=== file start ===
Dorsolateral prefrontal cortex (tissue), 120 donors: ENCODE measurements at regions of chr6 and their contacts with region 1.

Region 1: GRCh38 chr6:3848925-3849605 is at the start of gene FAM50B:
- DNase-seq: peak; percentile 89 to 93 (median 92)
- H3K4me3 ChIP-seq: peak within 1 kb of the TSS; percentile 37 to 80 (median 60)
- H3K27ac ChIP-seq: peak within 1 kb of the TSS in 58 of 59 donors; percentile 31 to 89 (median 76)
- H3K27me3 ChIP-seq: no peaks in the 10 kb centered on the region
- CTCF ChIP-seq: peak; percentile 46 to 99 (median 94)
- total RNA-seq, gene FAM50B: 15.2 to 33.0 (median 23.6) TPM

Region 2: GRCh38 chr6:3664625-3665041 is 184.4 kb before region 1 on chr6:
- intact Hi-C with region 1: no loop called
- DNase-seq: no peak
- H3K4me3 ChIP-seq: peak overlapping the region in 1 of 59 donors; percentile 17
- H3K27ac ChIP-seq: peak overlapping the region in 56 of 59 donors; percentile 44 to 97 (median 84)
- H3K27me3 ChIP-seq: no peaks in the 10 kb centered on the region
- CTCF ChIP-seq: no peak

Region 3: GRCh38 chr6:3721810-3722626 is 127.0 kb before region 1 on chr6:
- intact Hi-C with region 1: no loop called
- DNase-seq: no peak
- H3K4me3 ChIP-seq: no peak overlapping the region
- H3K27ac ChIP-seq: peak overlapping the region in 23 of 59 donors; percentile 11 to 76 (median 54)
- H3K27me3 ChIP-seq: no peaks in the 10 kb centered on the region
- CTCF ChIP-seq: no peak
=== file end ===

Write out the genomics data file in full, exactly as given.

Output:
Dorsolateral prefrontal cortex (tissue), 120 donors: ENCODE measurements at regions of chr6 and their contacts with region 1.

Region 1: GRCh38 chr6:3848925-3849605 is at the start of gene FAM50B:
- DNase-seq: peak; percentile 89 to 93 (median 92)
- H3K4me3 ChIP-seq: peak within 1 kb of the TSS; percentile 37 to 80 (median 60)
- H3K27ac ChIP-seq: peak within 1 kb of the TSS in 58 of 59 donors; percentile 31 to 89 (median 76)
- H3K27me3 ChIP-seq: no peaks in the 10 kb centered on the region
- CTCF ChIP-seq: peak; percentile 46 to 99 (median 94)
- total RNA-seq, gene FAM50B: 15.2 to 33.0 (median 23.6) TPM

Region 2: GRCh38 chr6:3664625-3665041 is 184.4 kb before region 1 on chr6:
- intact Hi-C with region 1: no loop called
- DNase-seq: no peak
- H3K4me3 ChIP-seq: peak overlapping the region in 1 of 59 donors; percentile 17
- H3K27ac ChIP-seq: peak overlapping the region in 56 of 59 donors; percentile 44 to 97 (median 84)
- H3K27me3 ChIP-seq: no peaks in the 10 kb centered on the region
- CTCF ChIP-seq: no peak

Region 3: GRCh38 chr6:3721810-3722626 is 127.0 kb before region 1 on chr6:
- intact Hi-C with region 1: no loop called
- DNase-seq: no peak
- H3K4me3 ChIP-seq: no peak overlapping the region
- H3K27ac ChIP-seq: peak overlapping the region in 23 of 59 donors; percentile 11 to 76 (median 54)
- H3K27me3 ChIP-seq: no peaks in the 10 kb centered on the region
- CTCF ChIP-seq: no peak